As is quite common in radio receivers, a source of light l8 (see Fig. 6) is provided and this source is usually illuminated when the control switch is turned to the on position. The radio cabinet here illustrated as embodying my invention has a pointer or indicator [9 which is operated by a suitable knob 20 projected from the face of the cabinet. When the radio receiver is in operation, the source of light l8 transmits light through my panel l3 and thus the radio dial shows up as in Fig. 2 of the drawings. The pointer or indicator [9 may be made of opaque material so that the pointer will appear as a relatively dark shadow across the face of the dial. However, the pointer may also be made of material of contrasting color so that it will readily be visible through the highly translucent areas of the dial. Regardless of how the pointer or indicator [9 is made, its movements by manipulation of the knob 20 may be readily followed.
The radio dial herein described is in one form a decalcomania film, the making of which is well known to those skilled in the art. Obviously, I do not limit myself to any number of layers of different coating materials so long as the general objective is achieved of providing a film having areas of different optical density. There is also in the art a form of film which, for my purposes, may be considered the equivalent of a decalcomania. I refer to What is known in the trade as a transparency which, generally speaking, comprises a sheet of transparent paper upon which printing is done somewhat in the manner of the usual decalcomania. Such a transparency might be produced and attached to a transparent panel and thus form a radio dial according to my invention. In addition, as hereinbefore mentioned, the dial may be produced by applying the several layers of materials directly to such transparent materials as acetate film or suitable transparent plastics.
So far as its decorative features are concerned, it will be understood that the decorative printed layer may be a reproduction of wood grain or may have other decorative form and characteristics so as to harmonize with the cabinet to which the panel will be afiixed.
It will also be apparent that my invention may be utilized to form other functional instrumentalities in addition to a radio dial. For example,-
instrument panels of various sorts may be provided with dials of my invention for any desired indicating purpose.
I claim as my invention:
1. In combination with a*c abinet having a source of illumination therein and having a wall at least a portion of which is capable of transmitting light, a decorative film applied to the exterior of said wall, said film comprising indicia in opaque material adapted to be viewed by transmitted light overlying a light transmitting portion of said wall, a plain translucent pigmented layer overlying said indicia, and a translucent layer bearing a design adapted to be viewed by reflected light overlying said plain translucent pigmented layer, said indicia being substantially invisible when said cabinet is illuminated from the exterior thereof and becoming clearly visible when said film is illuminated preponderantly by light from said source of illumination within said cabinet.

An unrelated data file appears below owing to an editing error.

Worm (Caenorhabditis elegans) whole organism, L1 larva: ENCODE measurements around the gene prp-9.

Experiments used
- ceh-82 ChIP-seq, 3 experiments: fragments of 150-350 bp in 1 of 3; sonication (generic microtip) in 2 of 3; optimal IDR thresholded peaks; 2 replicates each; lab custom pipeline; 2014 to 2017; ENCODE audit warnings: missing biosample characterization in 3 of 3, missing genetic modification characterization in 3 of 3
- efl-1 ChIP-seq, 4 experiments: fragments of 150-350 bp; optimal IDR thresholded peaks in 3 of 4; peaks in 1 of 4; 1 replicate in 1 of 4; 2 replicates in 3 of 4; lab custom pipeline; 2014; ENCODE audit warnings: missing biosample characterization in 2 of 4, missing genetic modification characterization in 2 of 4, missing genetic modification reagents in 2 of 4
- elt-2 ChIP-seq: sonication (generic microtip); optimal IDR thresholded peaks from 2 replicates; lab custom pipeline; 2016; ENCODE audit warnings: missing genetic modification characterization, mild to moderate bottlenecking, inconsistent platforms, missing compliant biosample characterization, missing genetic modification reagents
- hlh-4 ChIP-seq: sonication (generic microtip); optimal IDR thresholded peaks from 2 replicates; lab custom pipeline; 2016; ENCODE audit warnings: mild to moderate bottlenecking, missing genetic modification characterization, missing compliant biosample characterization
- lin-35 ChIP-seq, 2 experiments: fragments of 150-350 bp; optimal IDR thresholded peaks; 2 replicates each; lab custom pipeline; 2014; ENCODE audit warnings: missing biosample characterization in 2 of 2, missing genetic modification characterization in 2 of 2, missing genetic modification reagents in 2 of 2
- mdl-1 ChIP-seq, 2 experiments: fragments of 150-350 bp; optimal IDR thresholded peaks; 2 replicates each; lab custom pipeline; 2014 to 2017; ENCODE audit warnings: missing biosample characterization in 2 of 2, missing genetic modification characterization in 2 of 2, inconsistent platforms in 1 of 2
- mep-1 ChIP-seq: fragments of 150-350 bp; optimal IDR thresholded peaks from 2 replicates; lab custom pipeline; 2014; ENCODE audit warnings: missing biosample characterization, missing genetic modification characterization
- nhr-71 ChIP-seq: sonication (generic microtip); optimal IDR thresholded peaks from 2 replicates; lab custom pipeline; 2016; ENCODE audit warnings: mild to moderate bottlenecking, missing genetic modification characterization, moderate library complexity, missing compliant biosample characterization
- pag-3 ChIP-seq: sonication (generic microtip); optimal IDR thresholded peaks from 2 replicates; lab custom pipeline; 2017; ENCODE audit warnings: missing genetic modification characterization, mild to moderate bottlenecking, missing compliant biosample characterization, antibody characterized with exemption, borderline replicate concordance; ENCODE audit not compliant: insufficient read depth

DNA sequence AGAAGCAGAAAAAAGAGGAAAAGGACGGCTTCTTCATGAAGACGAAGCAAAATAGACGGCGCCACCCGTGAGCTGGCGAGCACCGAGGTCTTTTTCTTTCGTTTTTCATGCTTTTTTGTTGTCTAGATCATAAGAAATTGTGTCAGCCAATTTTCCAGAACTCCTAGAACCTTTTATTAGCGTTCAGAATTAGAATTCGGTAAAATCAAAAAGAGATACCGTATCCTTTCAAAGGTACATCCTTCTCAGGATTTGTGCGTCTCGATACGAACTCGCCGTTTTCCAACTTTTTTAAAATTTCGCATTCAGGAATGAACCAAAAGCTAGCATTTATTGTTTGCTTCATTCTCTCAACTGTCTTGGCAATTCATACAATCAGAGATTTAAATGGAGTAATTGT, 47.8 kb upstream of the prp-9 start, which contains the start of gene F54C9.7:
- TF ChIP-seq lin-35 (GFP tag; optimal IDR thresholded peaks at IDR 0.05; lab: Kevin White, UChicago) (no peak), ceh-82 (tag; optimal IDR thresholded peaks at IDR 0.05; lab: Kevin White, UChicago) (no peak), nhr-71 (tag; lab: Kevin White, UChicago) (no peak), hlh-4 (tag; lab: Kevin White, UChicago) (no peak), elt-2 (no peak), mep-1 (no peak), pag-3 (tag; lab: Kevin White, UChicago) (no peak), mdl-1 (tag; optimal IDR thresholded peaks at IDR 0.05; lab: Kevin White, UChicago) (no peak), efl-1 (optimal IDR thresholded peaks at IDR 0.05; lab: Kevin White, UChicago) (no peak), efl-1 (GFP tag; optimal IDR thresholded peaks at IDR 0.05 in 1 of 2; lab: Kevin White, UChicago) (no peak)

2. In combination with a cabinet having a source of illumination therein and having a wall at least a portion of which is capable of transmitting light, a decorative film applied to the exterior of said wall, said film comprising a design adapted to be viewed by transmitted light overlying a light transmitting portion of said wall, and a translucent layer bearing a design adapted to be viewed by reflected light, said design adapted to be viewed by transmitted light being substantially invisible when said cabinet is illuminated from the exterior thereof and becoming clearly visible when said film is illuminated preponderantly by light from said source of illumination within said cabinet.
HERBERT A. OHMAN.
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|U.S. Classification||40/553, 362/86, 312/7.1, 116/334, D14/265, 40/901, 362/23.18|
|Cooperative Classification||H03J1/044, Y10S40/901|